“THE HAWK IS DYING”– bizarre obsessions

“The Hawk is Dying”

Bizarre Obsessions

Amos Lassen

Strand Releasing has a big hit on tap for us this summer and the release of “The Hawk is Dying” is sure to create an audience. The movie stars two time Academy Award nominee, Paul Giamatti who has quite a role here. He plays George Gattling from Gainesville, Florida who is unhappy and lonely. He details cars and lives with his sister, Precious who is also a malcontent and her mentally ill son, Fred (Michael Pitt). When Fred’s dad deserted the family some twenty years earlier, George began to raise Fred. George has virtually no love life except for a casual sexual relationship with a young psychology student who could probably be his daughter.

George and Fred have one passion in common, the sport of kings, falconry. By training falcons and hawks, George feels a sense of the past that he thinks is nonexistent in the modern world. However whenever he attempts to train a bird, the result is death of the animal. George and Fred try to catch a hawk and while doing so ties his own fate to the fate of the bird. Hawks that are kept in cages will sometimes starve themselves to death rather than submit to being caught. In an attempt to find meaning in his life, George refuses to eat or drink until the hawk he has caught does.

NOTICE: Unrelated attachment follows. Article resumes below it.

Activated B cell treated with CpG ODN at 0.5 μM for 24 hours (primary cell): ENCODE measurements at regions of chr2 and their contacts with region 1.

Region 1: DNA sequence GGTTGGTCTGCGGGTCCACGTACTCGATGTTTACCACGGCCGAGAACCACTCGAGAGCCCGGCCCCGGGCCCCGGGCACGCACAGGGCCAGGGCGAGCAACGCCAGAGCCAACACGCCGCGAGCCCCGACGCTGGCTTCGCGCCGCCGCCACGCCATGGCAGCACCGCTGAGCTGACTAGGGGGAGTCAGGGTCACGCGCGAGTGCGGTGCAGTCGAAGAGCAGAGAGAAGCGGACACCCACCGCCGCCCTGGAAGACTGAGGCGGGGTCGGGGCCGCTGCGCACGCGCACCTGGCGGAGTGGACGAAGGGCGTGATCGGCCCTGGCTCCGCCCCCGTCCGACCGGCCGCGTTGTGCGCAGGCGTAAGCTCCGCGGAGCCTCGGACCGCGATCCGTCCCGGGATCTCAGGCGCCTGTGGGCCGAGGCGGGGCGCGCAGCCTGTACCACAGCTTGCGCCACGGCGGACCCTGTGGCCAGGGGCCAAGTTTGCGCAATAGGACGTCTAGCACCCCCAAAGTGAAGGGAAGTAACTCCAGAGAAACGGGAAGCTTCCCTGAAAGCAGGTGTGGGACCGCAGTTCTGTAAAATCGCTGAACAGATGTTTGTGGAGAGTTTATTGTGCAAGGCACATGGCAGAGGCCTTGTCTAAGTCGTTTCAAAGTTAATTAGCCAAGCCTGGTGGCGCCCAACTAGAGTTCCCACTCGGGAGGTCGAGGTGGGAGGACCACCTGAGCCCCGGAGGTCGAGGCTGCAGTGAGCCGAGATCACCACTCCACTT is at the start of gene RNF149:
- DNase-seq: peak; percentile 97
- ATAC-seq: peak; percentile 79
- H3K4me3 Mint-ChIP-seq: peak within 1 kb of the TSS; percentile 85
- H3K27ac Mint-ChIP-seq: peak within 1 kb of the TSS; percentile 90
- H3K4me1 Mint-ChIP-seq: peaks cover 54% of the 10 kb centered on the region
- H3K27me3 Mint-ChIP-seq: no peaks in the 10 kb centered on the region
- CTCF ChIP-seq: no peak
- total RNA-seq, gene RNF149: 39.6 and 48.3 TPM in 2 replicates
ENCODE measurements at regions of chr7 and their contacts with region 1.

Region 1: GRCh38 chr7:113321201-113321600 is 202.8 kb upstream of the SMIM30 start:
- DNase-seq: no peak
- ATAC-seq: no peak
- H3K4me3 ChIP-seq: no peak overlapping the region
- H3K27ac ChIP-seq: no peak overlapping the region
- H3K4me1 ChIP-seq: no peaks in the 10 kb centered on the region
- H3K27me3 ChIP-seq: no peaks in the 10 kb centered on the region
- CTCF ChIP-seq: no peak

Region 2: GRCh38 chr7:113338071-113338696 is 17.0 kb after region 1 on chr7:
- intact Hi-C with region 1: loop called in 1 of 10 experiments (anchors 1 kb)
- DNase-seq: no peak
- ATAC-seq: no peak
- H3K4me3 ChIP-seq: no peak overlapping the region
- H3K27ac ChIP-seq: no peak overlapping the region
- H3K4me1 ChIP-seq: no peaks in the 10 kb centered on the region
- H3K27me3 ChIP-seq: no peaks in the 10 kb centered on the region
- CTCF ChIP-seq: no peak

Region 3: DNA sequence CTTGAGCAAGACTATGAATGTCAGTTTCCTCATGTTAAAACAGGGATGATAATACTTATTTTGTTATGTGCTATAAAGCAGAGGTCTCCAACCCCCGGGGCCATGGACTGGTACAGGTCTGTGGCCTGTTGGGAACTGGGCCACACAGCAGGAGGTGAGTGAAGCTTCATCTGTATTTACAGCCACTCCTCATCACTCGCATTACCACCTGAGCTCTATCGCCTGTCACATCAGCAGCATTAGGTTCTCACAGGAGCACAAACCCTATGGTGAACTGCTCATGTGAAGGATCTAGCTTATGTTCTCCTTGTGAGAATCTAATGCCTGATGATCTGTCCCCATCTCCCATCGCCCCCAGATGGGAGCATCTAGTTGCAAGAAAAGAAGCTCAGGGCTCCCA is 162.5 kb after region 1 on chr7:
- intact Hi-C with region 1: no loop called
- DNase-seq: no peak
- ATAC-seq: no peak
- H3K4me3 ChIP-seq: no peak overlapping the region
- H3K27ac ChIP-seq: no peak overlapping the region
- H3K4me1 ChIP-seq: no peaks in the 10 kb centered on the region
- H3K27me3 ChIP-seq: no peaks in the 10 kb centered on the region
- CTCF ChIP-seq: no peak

As tragedy comes to the family, George’s obsession with the hawk increases and he is so bent on taming the wild bird that he borders on insanity and he alienates and bewilders those around him. The hawk and man are at odds—as George locks himself into a battle of the will with the bird, the bird would rather die than give in.

The movie is based upon Harry Crews’s semi-autobiographical novel which he published in 1973. We meet bizarre characters who drive themselves, by their obsessions, to the very limits of human experience. The compassion of the film as seen through George’s determination to tame the hawk. This gives beauty and humor to the film as if George is one who marches to the beat of a different drummer. This obsession of George’s pulls at the viewer and drags him into the film in a way I did not think was possible. Giamatti gives another Oscar caliber performance but he is not alone. The entire film is imbued with great acting by a superior cast. The movie moves you like few can do. Michael Pitt as the mentally challenged Fred gives a performance of sheer beauty and he rises to new heights in a supporting role.

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